Integration of industrial process data from the shop floor
IoT & Industry 4.0

Industrial Data Integration – Aggregation and logging of industrial process data by integration of heterogeneous data streams

Industrial Data Integration – Aggregation and logging of industrial process data by integration of heterogeneous data streams

The integration of the heterogeneous data streams generated in industrial processes enables the optimization of added value. Aggregation and logging form the basis of this approach.

What is industrial data integration?

The Industrial Internet of Things (IIoT) is a very broad generic term for a multitude of possible usage scenarios relating to the basic idea of interconnected devices. In this context, industrial data integration is an important aspect. It refers to the collection and further use of the data generated by industrial processes, which can serve the purpose of real-time monitoring on the one hand, but also the subsequent analysis and optimisation of the processes on the other.

Challenges facing industrial data integration

In many companies, systems are in operation that don’t allow homogeneous access to process data, but consist of components from different manufacturers that have very different interfaces. In this article, three possible application scenarios of the SEEBURGER Business Integration Suite are presented, which can contribute to improved accessibility of process data.

1. Industrial data integration for the aggregation of shop floor data
Standards such as OPC UA, described in more detail in our blog post OPC UA as a standard for IIoT applications, allow a unification of access under semantic aspects.

This often results in a situation like the one illustrated in Fig. 1:

  • The shop floor contains numerous components (e.g. PLC, robot control, tool control), which provide current values of individual parameters via a connected OPC UA server.
  • In order to be able to make these available in a target-oriented manner (and possibly in a reduced number), a single server should combine all data of a system unit and make it available ‘externally’.
  • This aggregation task can be performed by the SEEBURGER Business Integration Suite with its OPC UA adapter, which has been supplied since release 6.7.89 (or 6.5.2 SP89).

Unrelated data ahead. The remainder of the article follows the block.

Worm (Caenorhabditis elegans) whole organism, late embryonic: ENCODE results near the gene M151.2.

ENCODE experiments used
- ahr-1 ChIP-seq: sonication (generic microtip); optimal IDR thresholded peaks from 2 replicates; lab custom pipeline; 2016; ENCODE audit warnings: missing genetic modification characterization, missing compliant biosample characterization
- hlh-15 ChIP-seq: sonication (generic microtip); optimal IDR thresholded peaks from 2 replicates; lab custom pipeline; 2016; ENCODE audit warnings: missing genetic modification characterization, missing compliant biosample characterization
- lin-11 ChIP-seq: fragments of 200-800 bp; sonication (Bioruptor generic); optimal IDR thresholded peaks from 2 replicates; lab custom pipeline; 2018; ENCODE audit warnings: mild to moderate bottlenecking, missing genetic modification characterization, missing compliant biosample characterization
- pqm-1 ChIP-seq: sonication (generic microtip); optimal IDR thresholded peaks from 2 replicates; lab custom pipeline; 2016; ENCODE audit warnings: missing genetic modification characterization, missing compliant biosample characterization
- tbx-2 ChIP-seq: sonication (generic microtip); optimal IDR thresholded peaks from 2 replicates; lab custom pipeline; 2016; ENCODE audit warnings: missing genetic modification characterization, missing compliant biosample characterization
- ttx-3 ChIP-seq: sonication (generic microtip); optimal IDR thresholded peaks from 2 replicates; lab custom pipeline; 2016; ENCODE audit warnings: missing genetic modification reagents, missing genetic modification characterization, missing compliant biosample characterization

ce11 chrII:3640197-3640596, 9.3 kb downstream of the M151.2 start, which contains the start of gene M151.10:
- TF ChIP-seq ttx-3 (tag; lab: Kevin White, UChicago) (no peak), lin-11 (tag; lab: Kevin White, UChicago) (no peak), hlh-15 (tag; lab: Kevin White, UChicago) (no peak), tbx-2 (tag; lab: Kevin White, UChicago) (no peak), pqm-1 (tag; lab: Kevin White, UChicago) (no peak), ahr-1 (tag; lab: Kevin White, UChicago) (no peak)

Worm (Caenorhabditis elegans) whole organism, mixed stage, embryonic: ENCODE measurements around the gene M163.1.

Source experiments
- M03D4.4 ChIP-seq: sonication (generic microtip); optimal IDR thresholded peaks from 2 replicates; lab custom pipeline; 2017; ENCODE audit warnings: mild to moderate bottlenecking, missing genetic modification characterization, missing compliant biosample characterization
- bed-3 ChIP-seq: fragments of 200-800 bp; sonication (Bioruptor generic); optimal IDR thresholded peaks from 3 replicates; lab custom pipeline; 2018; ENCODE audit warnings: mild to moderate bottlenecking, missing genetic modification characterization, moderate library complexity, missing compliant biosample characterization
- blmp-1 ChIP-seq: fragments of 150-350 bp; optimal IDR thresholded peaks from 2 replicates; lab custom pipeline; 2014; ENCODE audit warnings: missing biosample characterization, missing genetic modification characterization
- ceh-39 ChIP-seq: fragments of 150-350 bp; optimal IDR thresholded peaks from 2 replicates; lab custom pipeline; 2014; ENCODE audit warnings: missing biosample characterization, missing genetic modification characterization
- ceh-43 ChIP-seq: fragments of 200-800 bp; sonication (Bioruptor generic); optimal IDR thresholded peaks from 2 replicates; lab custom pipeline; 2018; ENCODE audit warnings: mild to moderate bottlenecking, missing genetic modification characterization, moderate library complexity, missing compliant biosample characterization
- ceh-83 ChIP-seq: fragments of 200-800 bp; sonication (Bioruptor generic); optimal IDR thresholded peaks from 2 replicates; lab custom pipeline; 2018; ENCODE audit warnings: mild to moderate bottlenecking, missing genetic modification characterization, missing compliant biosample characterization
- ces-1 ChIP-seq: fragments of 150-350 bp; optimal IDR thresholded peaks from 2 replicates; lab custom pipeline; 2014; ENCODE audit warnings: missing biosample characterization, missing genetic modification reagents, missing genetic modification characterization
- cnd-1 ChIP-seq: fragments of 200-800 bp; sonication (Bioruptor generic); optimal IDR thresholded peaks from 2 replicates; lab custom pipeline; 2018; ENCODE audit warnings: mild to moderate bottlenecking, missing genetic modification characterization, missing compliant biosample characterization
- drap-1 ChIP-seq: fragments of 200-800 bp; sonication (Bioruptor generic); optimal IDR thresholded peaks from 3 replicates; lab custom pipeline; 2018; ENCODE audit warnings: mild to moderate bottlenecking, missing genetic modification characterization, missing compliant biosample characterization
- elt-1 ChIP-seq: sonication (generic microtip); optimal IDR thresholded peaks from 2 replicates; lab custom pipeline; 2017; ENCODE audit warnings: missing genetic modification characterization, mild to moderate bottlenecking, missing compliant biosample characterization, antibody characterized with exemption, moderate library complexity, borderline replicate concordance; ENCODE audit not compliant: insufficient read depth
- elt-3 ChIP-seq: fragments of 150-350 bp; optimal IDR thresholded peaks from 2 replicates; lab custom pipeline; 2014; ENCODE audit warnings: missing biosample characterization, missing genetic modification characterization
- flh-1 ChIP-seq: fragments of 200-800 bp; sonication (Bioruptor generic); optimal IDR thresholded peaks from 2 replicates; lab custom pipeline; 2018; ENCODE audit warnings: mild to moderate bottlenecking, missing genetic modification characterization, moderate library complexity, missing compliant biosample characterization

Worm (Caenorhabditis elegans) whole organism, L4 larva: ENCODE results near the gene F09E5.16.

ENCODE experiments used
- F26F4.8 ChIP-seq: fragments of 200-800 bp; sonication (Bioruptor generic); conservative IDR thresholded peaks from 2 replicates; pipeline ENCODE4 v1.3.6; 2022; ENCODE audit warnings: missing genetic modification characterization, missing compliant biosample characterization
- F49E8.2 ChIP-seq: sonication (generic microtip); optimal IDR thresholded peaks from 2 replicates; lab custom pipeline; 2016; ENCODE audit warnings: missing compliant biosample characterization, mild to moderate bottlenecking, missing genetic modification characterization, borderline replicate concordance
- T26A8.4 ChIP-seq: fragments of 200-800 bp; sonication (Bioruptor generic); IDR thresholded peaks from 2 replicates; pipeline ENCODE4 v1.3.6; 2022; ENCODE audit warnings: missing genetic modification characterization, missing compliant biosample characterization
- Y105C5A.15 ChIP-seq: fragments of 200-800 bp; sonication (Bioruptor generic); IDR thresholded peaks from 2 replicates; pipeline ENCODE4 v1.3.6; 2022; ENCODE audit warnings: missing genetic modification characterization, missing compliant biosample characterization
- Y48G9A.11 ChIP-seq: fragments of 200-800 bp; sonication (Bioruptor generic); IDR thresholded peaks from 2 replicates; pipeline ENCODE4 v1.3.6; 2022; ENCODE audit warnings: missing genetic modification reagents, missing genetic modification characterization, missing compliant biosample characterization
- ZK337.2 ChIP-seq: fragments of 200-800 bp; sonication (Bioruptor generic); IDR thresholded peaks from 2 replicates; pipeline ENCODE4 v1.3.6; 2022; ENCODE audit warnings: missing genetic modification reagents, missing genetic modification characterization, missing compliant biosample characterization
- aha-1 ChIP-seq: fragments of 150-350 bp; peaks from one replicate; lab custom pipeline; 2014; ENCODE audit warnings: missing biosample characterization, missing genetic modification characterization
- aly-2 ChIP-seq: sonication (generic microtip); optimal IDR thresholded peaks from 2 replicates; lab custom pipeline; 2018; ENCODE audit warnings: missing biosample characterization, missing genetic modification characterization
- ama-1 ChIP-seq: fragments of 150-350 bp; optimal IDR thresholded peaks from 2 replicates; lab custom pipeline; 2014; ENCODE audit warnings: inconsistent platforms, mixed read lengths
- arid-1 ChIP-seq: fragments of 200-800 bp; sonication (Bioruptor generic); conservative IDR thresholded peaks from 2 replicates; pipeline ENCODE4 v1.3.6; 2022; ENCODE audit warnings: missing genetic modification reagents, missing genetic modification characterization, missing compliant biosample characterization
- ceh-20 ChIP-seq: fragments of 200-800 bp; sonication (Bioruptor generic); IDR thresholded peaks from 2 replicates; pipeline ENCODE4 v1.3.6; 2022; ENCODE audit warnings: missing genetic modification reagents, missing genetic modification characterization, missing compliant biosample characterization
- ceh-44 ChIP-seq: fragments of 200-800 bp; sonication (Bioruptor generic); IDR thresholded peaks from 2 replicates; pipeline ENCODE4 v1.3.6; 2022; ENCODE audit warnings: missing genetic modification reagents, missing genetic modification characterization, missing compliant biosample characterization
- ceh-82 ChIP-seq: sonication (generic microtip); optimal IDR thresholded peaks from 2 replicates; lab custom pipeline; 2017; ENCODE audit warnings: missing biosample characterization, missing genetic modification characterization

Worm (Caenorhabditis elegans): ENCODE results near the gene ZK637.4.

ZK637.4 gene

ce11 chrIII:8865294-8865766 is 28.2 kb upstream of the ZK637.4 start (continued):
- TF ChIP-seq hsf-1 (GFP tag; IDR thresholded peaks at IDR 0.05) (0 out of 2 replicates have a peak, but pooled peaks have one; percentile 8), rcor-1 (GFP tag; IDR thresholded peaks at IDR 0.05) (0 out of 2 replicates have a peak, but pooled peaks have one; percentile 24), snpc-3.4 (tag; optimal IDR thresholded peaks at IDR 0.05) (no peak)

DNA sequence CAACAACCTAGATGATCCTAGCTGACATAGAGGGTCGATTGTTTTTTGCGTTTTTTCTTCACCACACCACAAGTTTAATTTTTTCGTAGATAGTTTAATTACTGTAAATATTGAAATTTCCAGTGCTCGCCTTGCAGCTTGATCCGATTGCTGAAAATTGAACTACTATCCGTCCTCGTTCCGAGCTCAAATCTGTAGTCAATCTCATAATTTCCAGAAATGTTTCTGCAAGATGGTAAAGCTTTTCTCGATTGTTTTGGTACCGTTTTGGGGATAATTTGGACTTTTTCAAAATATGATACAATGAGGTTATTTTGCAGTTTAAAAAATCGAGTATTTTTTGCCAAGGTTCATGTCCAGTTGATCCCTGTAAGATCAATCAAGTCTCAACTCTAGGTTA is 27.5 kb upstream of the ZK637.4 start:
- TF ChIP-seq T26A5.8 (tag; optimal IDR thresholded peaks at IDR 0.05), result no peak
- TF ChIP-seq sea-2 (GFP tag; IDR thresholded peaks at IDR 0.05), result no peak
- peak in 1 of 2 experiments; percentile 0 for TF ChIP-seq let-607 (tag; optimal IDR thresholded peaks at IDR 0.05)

Figure 1: SEEBURGER BIS for OPC UA aggregation

2. Industrial data integration for the logging of process data
An OPC UA server in Data Access (DA) mode overwrites the value of a node as soon as a new value is available unless explicit provision is made for the persistence of previous values, for example based on part 11 of the OPC UA (Historical Access Server) specification. The SEEBURGER Business Integration Server with the already mentioned OPC UA adapter can also take over the role of such OPC UA logging (see Fig. 2 on the right side). Whenever a value is changed in the connected OPC UA server, it is written to a database or a data lake, together with some metadata such as the time stamp. Based on this historical data, numerous analytical reports are possible.

Figure 2: Gateway and Logger

3. Industrial data integration for process monitoring
A further application is the monitoring of the processes represented by the OPC UA server in near real-time. The SEEBURGER Business Integration Suite acts as a gateway, for example between the OPC UA server and a connected monitoring interface in the form of a graphical dashboard. It is also possible to define critical metrics or similar conditions, and a message or other action would be triggered if they were exceeded. The application possibilities described here on the basis of an OPC UA scenario are at least basically transferable to other protocols.

Process optimization by industrial data integration

The heterogeneity of existing standards and protocols, which is well known in many industrial plants, can be reduced with the help of the SEEBURGER Business Integration Suite. This enables the deeper use of the aggregated data in the sense of increased added value for the optimisation of the actual processes.

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Marcus Schneider

Written by:

Dr.-Ing. Marcus Schneider works in SEEBURGER Research on the shop floor to top floor integration of extensive data streams in the area of IoT and Industry 4.0, especially on the basis of modern standards such as OPC UA. He did his doctorate from the Karlsruhe Institute of Technology (KIT) on information management in the collaborative assembly of variant-rich products. As project manager in the BMBF-funded (Bundesministerium für Bildung und Forschung = Federal Ministry of Education and Research) project KoKoMo (Kompetenz Kollaborative Montage = Competence Collaborative Assembly) he was involved in the prototypical implementation of integration solutions in several use cases of industry partners based on the SEEBURGER Business Integration Suite.